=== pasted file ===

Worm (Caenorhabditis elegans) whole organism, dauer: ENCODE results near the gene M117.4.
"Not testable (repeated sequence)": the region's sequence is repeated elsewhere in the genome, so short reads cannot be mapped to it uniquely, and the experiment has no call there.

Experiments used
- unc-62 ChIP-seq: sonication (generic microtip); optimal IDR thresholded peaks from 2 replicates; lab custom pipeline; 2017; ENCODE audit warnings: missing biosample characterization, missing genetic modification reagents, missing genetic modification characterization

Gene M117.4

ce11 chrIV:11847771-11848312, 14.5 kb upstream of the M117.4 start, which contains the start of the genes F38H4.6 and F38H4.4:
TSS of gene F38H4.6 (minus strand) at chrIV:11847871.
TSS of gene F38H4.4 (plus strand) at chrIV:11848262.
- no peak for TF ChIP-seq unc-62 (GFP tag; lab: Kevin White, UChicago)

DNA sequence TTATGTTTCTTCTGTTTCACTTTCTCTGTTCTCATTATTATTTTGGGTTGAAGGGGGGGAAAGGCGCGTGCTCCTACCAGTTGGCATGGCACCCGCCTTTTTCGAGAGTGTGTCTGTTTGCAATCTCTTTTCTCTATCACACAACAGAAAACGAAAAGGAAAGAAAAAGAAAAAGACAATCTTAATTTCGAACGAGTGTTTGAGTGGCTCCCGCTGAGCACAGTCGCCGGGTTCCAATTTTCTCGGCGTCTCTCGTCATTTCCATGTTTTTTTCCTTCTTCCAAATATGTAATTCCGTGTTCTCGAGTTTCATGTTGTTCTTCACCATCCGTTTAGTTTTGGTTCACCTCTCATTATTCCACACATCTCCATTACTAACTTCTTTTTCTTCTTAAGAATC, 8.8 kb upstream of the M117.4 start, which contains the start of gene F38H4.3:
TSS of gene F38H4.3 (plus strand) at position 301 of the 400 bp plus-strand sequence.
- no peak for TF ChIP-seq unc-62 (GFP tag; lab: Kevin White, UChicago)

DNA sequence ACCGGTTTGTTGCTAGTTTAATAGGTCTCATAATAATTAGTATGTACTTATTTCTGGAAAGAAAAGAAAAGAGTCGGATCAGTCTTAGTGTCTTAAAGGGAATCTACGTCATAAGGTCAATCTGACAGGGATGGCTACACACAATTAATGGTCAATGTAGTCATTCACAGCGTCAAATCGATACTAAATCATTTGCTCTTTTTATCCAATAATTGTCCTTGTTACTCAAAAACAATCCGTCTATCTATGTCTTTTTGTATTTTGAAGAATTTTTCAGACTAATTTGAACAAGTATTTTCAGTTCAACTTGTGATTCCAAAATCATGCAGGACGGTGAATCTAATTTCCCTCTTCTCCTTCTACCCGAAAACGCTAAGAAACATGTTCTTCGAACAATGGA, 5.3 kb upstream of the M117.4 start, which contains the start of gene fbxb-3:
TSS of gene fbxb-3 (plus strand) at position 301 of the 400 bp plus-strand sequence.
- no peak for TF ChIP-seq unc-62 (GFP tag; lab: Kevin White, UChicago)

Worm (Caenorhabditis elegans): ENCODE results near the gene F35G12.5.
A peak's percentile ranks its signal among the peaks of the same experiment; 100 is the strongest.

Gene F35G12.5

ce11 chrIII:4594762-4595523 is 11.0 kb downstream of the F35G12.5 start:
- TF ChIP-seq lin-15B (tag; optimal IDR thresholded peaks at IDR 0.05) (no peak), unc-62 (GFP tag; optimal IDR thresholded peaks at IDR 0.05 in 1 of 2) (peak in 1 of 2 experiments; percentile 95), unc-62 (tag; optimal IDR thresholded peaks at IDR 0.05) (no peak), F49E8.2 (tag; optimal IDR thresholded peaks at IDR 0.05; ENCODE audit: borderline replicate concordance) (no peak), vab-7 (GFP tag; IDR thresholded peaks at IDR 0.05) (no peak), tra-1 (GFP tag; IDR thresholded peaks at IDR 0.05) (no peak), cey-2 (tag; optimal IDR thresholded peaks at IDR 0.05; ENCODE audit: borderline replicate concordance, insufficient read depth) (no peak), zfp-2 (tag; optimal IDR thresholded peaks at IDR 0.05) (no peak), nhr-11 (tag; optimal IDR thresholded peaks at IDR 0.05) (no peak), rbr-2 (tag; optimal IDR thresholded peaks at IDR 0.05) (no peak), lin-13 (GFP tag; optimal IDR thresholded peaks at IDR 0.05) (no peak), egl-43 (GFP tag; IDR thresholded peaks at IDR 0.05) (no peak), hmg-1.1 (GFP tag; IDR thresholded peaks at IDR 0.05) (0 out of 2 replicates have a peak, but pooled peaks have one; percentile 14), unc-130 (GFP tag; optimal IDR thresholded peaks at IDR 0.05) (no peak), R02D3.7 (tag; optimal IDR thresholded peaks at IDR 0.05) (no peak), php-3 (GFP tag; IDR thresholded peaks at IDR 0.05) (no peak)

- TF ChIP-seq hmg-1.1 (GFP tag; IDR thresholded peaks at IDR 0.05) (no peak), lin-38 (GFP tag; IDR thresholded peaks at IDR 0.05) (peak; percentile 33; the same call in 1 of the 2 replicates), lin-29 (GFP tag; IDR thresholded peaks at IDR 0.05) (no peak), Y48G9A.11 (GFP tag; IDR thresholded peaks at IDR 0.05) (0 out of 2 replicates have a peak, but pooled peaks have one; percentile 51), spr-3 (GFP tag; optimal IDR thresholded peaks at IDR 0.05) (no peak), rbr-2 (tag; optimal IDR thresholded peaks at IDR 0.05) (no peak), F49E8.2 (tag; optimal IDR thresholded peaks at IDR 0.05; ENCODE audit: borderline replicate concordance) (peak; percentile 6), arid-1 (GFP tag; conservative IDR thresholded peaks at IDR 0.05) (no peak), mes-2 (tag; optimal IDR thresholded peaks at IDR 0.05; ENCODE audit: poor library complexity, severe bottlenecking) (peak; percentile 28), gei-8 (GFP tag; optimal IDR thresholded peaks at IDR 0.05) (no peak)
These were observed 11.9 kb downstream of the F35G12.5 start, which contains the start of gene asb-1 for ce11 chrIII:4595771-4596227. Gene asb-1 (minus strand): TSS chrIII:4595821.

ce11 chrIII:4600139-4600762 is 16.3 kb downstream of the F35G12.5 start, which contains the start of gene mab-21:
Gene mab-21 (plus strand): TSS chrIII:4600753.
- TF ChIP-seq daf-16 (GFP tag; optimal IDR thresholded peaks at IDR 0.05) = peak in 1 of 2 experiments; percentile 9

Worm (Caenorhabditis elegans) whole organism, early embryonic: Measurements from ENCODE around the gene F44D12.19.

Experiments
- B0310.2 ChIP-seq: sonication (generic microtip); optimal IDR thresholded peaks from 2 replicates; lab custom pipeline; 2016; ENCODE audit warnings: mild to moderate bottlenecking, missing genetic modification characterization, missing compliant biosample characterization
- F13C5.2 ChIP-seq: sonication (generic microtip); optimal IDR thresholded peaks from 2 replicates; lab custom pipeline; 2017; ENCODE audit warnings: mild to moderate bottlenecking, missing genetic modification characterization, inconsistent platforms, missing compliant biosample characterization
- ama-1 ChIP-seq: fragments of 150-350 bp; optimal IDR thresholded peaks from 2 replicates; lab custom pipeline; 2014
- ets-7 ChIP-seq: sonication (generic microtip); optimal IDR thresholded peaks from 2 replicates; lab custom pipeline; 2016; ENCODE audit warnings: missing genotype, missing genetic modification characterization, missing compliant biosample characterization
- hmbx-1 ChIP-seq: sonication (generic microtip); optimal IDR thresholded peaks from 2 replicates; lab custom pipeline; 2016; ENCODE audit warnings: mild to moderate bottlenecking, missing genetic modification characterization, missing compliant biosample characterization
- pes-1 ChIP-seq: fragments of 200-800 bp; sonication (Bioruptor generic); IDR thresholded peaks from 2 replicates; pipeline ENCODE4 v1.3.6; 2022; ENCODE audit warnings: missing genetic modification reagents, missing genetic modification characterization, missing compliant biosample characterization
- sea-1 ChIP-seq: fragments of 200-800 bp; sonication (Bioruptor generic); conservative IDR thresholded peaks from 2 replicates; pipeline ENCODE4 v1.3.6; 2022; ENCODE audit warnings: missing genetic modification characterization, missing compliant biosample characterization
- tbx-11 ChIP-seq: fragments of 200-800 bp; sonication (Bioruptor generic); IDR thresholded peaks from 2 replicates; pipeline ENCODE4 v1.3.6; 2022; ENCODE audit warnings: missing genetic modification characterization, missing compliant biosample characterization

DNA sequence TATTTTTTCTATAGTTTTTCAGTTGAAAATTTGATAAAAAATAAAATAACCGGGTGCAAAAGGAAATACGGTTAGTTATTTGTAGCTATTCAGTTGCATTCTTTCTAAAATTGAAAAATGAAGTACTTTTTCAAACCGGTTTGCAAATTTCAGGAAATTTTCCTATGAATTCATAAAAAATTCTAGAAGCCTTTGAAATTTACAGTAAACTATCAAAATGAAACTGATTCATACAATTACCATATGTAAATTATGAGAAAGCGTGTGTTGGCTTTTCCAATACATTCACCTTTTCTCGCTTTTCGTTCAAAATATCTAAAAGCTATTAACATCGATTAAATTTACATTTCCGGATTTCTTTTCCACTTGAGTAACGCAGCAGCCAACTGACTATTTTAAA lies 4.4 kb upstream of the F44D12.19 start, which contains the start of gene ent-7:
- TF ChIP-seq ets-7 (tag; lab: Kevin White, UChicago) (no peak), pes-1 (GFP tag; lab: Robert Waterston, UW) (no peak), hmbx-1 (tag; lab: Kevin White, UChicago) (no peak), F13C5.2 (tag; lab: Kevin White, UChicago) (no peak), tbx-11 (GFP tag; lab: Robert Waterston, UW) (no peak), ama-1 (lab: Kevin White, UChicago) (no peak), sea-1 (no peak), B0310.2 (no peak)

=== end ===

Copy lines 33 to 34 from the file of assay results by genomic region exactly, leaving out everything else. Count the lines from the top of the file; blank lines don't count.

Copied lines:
- pes-1 ChIP-seq: fragments of 200-800 bp; sonication (Bioruptor generic); IDR thresholded peaks from 2 replicates; pipeline ENCODE4 v1.3.6; 2022; ENCODE audit warnings: missing genetic modification reagents, missing genetic modification characterization, missing compliant biosample characterization
- sea-1 ChIP-seq: fragments of 200-800 bp; sonication (Bioruptor generic); conservative IDR thresholded peaks from 2 replicates; pipeline ENCODE4 v1.3.6; 2022; ENCODE audit warnings: missing genetic modification characterization, missing compliant biosample characterization